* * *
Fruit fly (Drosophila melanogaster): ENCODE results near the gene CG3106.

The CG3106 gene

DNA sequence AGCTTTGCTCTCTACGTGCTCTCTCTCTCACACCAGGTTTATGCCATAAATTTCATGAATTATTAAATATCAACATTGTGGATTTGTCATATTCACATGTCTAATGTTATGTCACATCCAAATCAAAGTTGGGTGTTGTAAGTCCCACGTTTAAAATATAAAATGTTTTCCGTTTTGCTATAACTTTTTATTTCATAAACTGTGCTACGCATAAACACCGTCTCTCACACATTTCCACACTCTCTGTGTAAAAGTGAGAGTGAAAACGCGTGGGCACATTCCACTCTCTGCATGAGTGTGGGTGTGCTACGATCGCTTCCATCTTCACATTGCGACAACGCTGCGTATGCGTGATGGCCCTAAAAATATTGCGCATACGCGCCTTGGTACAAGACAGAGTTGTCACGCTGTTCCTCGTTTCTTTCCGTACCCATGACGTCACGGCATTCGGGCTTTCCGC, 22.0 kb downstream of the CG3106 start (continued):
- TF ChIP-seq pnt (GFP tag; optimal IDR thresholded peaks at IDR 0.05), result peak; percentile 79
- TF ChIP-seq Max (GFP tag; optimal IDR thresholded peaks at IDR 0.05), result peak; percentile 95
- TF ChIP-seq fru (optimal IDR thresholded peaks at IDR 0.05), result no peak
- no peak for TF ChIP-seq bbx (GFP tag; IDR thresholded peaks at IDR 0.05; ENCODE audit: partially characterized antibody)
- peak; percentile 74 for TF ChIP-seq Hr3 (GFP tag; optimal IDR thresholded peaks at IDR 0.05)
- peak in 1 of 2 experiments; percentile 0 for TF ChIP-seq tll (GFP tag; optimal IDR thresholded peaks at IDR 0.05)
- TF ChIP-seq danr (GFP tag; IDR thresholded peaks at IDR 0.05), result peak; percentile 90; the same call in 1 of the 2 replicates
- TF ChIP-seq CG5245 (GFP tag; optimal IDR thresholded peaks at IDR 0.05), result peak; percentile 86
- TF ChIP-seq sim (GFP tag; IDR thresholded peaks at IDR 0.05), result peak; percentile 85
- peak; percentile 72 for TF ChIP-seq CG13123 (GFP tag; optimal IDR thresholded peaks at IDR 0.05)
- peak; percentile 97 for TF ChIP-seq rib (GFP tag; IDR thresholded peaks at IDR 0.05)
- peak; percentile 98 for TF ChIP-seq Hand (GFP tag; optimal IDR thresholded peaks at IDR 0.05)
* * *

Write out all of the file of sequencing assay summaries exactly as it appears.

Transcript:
Fruit fly (Drosophila melanogaster): ENCODE results near the gene CG3106.

The CG3106 gene

DNA sequence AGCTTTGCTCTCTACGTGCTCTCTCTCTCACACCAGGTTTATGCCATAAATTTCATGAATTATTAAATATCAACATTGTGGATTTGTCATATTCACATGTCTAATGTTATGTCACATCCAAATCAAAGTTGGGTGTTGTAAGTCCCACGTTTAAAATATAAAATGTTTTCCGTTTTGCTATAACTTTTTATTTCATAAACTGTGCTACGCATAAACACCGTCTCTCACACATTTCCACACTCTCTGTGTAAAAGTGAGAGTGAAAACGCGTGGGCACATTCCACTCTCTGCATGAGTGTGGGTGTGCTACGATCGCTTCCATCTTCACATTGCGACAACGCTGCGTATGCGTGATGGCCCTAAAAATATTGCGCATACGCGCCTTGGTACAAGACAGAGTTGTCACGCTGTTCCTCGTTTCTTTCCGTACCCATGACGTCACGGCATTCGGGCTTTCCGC, 22.0 kb downstream of the CG3106 start (continued):
- TF ChIP-seq pnt (GFP tag; optimal IDR thresholded peaks at IDR 0.05), result peak; percentile 79
- TF ChIP-seq Max (GFP tag; optimal IDR thresholded peaks at IDR 0.05), result peak; percentile 95
- TF ChIP-seq fru (optimal IDR thresholded peaks at IDR 0.05), result no peak
- no peak for TF ChIP-seq bbx (GFP tag; IDR thresholded peaks at IDR 0.05; ENCODE audit: partially characterized antibody)
- peak; percentile 74 for TF ChIP-seq Hr3 (GFP tag; optimal IDR thresholded peaks at IDR 0.05)
- peak in 1 of 2 experiments; percentile 0 for TF ChIP-seq tll (GFP tag; optimal IDR thresholded peaks at IDR 0.05)
- TF ChIP-seq danr (GFP tag; IDR thresholded peaks at IDR 0.05), result peak; percentile 90; the same call in 1 of the 2 replicates
- TF ChIP-seq CG5245 (GFP tag; optimal IDR thresholded peaks at IDR 0.05), result peak; percentile 86
- TF ChIP-seq sim (GFP tag; IDR thresholded peaks at IDR 0.05), result peak; percentile 85
- peak; percentile 72 for TF ChIP-seq CG13123 (GFP tag; optimal IDR thresholded peaks at IDR 0.05)
- peak; percentile 97 for TF ChIP-seq rib (GFP tag; IDR thresholded peaks at IDR 0.05)
- peak; percentile 98 for TF ChIP-seq Hand (GFP tag; optimal IDR thresholded peaks at IDR 0.05)